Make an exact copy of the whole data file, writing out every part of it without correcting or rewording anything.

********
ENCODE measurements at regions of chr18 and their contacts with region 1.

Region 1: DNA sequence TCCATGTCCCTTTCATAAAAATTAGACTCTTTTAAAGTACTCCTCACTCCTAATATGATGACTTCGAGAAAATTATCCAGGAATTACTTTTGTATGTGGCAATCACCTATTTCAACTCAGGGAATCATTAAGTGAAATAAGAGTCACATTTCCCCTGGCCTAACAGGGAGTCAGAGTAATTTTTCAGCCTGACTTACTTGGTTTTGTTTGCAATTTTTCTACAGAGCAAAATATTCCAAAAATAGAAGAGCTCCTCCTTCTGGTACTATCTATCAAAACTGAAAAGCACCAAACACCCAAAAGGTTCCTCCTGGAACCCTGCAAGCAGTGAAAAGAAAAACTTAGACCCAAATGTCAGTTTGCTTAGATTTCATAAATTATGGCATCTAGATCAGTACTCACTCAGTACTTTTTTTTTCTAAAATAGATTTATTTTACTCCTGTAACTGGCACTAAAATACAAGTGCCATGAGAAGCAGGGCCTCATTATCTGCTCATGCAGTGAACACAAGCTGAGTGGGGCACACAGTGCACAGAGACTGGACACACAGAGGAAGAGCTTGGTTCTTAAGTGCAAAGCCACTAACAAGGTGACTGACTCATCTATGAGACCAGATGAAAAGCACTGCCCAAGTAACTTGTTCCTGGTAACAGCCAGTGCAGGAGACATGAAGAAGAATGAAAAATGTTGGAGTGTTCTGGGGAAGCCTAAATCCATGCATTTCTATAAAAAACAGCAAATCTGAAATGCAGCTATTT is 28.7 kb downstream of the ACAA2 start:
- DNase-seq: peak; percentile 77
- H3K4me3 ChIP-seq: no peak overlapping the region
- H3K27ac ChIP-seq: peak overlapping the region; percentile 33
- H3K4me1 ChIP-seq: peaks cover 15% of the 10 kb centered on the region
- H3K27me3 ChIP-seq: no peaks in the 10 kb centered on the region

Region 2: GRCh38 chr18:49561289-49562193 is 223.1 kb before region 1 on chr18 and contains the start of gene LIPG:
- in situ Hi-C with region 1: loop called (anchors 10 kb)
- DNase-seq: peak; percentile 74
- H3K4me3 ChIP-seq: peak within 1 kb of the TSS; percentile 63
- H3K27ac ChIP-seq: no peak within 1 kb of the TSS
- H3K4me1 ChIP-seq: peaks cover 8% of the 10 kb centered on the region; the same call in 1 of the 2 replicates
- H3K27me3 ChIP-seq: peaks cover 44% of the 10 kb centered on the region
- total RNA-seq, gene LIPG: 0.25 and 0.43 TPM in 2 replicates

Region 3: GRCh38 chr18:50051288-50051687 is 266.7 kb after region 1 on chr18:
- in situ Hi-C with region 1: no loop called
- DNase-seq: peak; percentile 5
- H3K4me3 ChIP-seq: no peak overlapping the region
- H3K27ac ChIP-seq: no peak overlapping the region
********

ENCODE measurements at regions of chr18 and their contacts with region 1.

Region 1: DNA sequence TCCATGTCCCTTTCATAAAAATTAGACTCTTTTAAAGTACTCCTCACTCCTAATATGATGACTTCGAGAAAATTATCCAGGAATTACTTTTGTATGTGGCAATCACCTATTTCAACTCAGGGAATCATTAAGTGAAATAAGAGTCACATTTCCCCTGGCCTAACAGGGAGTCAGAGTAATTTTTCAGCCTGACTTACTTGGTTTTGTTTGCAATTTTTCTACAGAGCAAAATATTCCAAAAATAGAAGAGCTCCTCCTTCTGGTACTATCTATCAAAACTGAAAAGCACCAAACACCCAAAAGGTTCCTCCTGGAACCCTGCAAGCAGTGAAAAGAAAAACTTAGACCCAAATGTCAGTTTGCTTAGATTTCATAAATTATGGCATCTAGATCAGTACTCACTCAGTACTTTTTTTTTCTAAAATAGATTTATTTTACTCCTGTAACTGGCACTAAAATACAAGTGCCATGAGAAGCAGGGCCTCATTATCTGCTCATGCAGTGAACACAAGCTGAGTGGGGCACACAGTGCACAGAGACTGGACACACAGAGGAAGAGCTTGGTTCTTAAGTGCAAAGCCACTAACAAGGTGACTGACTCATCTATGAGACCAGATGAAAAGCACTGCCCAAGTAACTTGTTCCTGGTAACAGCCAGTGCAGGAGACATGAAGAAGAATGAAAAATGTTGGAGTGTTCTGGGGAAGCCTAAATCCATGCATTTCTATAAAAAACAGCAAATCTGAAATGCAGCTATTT is 28.7 kb downstream of the ACAA2 start:
- DNase-seq: peak; percentile 77
- H3K4me3 ChIP-seq: no peak overlapping the region
- H3K27ac ChIP-seq: peak overlapping the region; percentile 33
- H3K4me1 ChIP-seq: peaks cover 15% of the 10 kb centered on the region
- H3K27me3 ChIP-seq: no peaks in the 10 kb centered on the region

Region 2: GRCh38 chr18:49561289-49562193 is 223.1 kb before region 1 on chr18 and contains the start of gene LIPG:
- in situ Hi-C with region 1: loop called (anchors 10 kb)
- DNase-seq: peak; percentile 74
- H3K4me3 ChIP-seq: peak within 1 kb of the TSS; percentile 63
- H3K27ac ChIP-seq: no peak within 1 kb of the TSS
- H3K4me1 ChIP-seq: peaks cover 8% of the 10 kb centered on the region; the same call in 1 of the 2 replicates
- H3K27me3 ChIP-seq: peaks cover 44% of the 10 kb centered on the region
- total RNA-seq, gene LIPG: 0.25 and 0.43 TPM in 2 replicates

Region 3: GRCh38 chr18:50051288-50051687 is 266.7 kb after region 1 on chr18:
- in situ Hi-C with region 1: no loop called
- DNase-seq: peak; percentile 5
- H3K4me3 ChIP-seq: no peak overlapping the region
- H3K27ac ChIP-seq: no peak overlapping the region